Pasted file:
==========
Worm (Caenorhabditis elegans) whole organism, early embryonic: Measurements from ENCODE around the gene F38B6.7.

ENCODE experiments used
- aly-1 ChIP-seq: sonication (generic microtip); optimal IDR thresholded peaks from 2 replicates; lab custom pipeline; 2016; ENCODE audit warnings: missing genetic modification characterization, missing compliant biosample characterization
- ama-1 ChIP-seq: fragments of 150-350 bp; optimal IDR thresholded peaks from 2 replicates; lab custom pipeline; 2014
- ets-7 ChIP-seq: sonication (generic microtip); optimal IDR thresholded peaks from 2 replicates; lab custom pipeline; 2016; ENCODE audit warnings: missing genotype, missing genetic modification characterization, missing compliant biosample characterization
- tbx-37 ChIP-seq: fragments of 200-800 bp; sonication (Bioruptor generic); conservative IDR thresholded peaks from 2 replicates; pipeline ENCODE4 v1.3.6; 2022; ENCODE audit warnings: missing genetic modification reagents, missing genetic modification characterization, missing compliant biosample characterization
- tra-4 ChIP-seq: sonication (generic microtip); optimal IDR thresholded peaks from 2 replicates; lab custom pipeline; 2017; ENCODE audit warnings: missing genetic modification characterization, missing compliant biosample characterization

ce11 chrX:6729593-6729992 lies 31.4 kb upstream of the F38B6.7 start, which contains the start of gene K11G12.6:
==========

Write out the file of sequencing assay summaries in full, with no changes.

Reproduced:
Worm (Caenorhabditis elegans) whole organism, early embryonic: Measurements from ENCODE around the gene F38B6.7.

ENCODE experiments used
- aly-1 ChIP-seq: sonication (generic microtip); optimal IDR thresholded peaks from 2 replicates; lab custom pipeline; 2016; ENCODE audit warnings: missing genetic modification characterization, missing compliant biosample characterization
- ama-1 ChIP-seq: fragments of 150-350 bp; optimal IDR thresholded peaks from 2 replicates; lab custom pipeline; 2014
- ets-7 ChIP-seq: sonication (generic microtip); optimal IDR thresholded peaks from 2 replicates; lab custom pipeline; 2016; ENCODE audit warnings: missing genotype, missing genetic modification characterization, missing compliant biosample characterization
- tbx-37 ChIP-seq: fragments of 200-800 bp; sonication (Bioruptor generic); conservative IDR thresholded peaks from 2 replicates; pipeline ENCODE4 v1.3.6; 2022; ENCODE audit warnings: missing genetic modification reagents, missing genetic modification characterization, missing compliant biosample characterization
- tra-4 ChIP-seq: sonication (generic microtip); optimal IDR thresholded peaks from 2 replicates; lab custom pipeline; 2017; ENCODE audit warnings: missing genetic modification characterization, missing compliant biosample characterization

ce11 chrX:6729593-6729992 lies 31.4 kb upstream of the F38B6.7 start, which contains the start of gene K11G12.6: